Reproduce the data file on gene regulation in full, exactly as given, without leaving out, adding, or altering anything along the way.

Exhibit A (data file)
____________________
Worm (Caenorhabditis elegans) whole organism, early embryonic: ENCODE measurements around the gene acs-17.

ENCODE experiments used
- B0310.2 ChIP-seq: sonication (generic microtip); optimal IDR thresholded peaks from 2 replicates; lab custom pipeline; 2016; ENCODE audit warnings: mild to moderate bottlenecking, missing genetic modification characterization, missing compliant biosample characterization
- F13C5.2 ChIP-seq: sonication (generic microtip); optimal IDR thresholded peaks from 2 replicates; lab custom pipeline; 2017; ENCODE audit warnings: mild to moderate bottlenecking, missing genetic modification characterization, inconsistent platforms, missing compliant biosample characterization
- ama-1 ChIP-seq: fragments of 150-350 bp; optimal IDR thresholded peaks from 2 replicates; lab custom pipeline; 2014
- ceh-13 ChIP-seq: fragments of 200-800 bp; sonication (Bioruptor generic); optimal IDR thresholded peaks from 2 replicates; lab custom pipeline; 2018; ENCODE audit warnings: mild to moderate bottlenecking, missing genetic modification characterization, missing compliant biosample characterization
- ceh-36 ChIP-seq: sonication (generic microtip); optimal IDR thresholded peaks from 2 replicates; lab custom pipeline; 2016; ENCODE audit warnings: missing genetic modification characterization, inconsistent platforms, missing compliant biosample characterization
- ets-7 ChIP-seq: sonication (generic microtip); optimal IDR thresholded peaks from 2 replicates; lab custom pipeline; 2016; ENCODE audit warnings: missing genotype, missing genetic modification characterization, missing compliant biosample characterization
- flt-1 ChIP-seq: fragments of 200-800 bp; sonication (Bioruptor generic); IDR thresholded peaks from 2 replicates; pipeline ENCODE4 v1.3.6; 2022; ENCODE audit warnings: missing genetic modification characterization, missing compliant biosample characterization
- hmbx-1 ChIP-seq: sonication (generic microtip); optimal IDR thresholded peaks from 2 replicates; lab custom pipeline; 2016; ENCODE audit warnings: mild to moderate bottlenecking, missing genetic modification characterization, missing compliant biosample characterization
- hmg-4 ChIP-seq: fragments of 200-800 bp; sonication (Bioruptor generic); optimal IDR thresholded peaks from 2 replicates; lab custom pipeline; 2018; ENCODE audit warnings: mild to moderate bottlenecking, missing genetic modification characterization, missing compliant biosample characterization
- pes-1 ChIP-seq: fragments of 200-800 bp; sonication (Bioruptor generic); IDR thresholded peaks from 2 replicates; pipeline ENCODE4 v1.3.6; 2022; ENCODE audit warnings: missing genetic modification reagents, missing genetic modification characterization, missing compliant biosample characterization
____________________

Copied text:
Worm (Caenorhabditis elegans) whole organism, early embryonic: ENCODE measurements around the gene acs-17.

ENCODE experiments used
- B0310.2 ChIP-seq: sonication (generic microtip); optimal IDR thresholded peaks from 2 replicates; lab custom pipeline; 2016; ENCODE audit warnings: mild to moderate bottlenecking, missing genetic modification characterization, missing compliant biosample characterization
- F13C5.2 ChIP-seq: sonication (generic microtip); optimal IDR thresholded peaks from 2 replicates; lab custom pipeline; 2017; ENCODE audit warnings: mild to moderate bottlenecking, missing genetic modification characterization, inconsistent platforms, missing compliant biosample characterization
- ama-1 ChIP-seq: fragments of 150-350 bp; optimal IDR thresholded peaks from 2 replicates; lab custom pipeline; 2014
- ceh-13 ChIP-seq: fragments of 200-800 bp; sonication (Bioruptor generic); optimal IDR thresholded peaks from 2 replicates; lab custom pipeline; 2018; ENCODE audit warnings: mild to moderate bottlenecking, missing genetic modification characterization, missing compliant biosample characterization
- ceh-36 ChIP-seq: sonication (generic microtip); optimal IDR thresholded peaks from 2 replicates; lab custom pipeline; 2016; ENCODE audit warnings: missing genetic modification characterization, inconsistent platforms, missing compliant biosample characterization
- ets-7 ChIP-seq: sonication (generic microtip); optimal IDR thresholded peaks from 2 replicates; lab custom pipeline; 2016; ENCODE audit warnings: missing genotype, missing genetic modification characterization, missing compliant biosample characterization
- flt-1 ChIP-seq: fragments of 200-800 bp; sonication (Bioruptor generic); IDR thresholded peaks from 2 replicates; pipeline ENCODE4 v1.3.6; 2022; ENCODE audit warnings: missing genetic modification characterization, missing compliant biosample characterization
- hmbx-1 ChIP-seq: sonication (generic microtip); optimal IDR thresholded peaks from 2 replicates; lab custom pipeline; 2016; ENCODE audit warnings: mild to moderate bottlenecking, missing genetic modification characterization, missing compliant biosample characterization
- hmg-4 ChIP-seq: fragments of 200-800 bp; sonication (Bioruptor generic); optimal IDR thresholded peaks from 2 replicates; lab custom pipeline; 2018; ENCODE audit warnings: mild to moderate bottlenecking, missing genetic modification characterization, missing compliant biosample characterization
- pes-1 ChIP-seq: fragments of 200-800 bp; sonication (Bioruptor generic); IDR thresholded peaks from 2 replicates; pipeline ENCODE4 v1.3.6; 2022; ENCODE audit warnings: missing genetic modification reagents, missing genetic modification characterization, missing compliant biosample characterization